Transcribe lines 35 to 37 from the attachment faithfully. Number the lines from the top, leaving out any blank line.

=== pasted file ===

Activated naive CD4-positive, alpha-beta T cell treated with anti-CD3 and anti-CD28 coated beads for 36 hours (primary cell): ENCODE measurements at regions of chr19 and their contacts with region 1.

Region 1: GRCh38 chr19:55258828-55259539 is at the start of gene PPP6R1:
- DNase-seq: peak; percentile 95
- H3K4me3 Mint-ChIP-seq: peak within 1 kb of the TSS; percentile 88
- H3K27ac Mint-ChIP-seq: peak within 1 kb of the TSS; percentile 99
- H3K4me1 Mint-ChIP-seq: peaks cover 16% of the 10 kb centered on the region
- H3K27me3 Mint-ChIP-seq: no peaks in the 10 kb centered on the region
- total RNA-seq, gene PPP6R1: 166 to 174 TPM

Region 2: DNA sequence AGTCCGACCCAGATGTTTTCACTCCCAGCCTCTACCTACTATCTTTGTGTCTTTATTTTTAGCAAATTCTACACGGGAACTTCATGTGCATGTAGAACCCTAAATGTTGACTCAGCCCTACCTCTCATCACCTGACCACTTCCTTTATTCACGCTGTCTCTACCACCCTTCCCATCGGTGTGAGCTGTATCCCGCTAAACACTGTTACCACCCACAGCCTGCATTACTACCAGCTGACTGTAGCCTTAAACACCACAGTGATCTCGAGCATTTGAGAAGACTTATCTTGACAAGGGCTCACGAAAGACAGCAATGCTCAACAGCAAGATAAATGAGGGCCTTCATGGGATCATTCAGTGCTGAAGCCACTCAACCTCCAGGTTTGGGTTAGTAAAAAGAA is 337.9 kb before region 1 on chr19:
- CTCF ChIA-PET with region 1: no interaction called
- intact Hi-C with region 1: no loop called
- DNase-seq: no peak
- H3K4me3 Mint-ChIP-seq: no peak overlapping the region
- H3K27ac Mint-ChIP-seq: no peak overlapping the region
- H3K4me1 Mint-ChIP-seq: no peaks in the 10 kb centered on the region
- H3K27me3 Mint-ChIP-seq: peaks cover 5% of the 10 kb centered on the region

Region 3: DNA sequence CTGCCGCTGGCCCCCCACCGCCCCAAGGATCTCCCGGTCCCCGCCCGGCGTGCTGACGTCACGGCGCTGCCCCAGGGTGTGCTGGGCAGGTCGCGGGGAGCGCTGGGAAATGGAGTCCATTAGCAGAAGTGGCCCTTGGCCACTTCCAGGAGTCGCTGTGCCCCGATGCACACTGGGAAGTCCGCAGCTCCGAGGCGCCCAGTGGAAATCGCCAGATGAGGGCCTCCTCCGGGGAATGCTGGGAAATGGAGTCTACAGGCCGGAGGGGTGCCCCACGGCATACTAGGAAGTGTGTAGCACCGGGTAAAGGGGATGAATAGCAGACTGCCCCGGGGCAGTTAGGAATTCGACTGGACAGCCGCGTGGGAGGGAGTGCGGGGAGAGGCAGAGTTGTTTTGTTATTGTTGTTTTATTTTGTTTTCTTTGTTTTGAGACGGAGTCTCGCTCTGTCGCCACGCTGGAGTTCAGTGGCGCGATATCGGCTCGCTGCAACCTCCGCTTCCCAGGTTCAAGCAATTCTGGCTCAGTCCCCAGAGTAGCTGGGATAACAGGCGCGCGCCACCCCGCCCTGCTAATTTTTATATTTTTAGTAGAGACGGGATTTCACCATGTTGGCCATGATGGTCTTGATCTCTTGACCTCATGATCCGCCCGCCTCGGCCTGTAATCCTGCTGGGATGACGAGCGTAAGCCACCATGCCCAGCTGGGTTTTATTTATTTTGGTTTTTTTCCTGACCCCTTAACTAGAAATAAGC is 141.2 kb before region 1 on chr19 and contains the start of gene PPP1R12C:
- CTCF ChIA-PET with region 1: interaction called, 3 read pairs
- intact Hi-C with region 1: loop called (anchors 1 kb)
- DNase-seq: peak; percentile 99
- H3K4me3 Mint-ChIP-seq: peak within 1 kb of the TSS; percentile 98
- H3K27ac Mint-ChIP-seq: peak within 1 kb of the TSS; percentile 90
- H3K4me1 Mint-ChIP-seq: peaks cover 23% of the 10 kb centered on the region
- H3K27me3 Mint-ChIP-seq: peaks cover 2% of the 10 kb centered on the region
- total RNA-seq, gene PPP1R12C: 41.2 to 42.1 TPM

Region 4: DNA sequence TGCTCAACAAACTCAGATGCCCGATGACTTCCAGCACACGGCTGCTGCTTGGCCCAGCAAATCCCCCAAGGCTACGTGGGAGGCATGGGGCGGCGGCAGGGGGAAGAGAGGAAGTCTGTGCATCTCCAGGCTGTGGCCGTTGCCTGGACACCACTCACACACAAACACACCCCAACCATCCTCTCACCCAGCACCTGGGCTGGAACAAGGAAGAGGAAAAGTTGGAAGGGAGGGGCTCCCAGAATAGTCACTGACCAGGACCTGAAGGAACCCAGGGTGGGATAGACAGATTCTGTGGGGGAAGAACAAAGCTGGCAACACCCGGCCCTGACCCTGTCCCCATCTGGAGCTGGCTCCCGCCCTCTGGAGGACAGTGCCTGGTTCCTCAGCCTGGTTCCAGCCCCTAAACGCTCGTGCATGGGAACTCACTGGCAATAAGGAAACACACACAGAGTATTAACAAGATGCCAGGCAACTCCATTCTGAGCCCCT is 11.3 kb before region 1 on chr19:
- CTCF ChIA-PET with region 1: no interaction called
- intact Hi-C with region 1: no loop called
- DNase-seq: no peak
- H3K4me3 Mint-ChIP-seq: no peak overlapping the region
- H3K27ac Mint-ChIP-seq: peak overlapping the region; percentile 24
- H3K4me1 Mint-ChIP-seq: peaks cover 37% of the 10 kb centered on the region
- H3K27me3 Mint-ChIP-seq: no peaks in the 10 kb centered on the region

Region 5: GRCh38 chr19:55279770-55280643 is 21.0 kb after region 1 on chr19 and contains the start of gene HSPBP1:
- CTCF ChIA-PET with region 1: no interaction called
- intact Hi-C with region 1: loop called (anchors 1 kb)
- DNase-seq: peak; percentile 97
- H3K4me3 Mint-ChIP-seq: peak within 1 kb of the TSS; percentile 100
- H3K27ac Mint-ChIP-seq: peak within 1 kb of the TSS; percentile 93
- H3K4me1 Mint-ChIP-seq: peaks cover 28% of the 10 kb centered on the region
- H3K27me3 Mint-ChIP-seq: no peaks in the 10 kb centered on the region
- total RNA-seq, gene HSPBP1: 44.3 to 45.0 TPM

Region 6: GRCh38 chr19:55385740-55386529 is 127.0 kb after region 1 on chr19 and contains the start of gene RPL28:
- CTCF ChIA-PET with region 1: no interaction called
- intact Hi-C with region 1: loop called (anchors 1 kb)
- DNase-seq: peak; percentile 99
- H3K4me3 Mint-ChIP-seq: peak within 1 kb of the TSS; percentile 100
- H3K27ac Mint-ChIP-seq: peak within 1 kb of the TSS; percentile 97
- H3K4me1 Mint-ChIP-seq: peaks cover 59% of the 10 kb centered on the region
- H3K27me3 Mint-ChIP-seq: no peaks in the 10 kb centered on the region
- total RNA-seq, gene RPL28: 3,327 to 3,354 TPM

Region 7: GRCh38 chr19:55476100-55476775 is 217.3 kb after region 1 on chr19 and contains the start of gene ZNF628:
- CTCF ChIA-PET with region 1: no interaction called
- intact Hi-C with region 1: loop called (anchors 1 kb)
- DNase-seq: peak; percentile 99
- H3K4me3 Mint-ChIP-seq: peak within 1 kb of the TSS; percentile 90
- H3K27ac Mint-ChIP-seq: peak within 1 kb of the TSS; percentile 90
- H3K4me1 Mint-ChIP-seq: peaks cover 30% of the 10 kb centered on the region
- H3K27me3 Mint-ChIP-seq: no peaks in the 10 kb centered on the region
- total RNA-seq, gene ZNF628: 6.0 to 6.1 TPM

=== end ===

- CTCF ChIA-PET with region 1: no interaction called
- intact Hi-C with region 1: loop called (anchors 1 kb)
- DNase-seq: peak; percentile 97